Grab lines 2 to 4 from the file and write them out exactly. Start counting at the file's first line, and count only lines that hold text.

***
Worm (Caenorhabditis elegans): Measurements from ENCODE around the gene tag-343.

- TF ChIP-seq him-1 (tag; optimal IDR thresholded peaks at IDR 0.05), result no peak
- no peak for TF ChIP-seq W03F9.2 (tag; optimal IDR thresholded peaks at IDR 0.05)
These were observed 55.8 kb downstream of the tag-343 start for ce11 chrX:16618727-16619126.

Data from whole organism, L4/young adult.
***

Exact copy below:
- TF ChIP-seq him-1 (tag; optimal IDR thresholded peaks at IDR 0.05), result no peak
- no peak for TF ChIP-seq W03F9.2 (tag; optimal IDR thresholded peaks at IDR 0.05)
These were observed 55.8 kb downstream of the tag-343 start for ce11 chrX:16618727-16619126.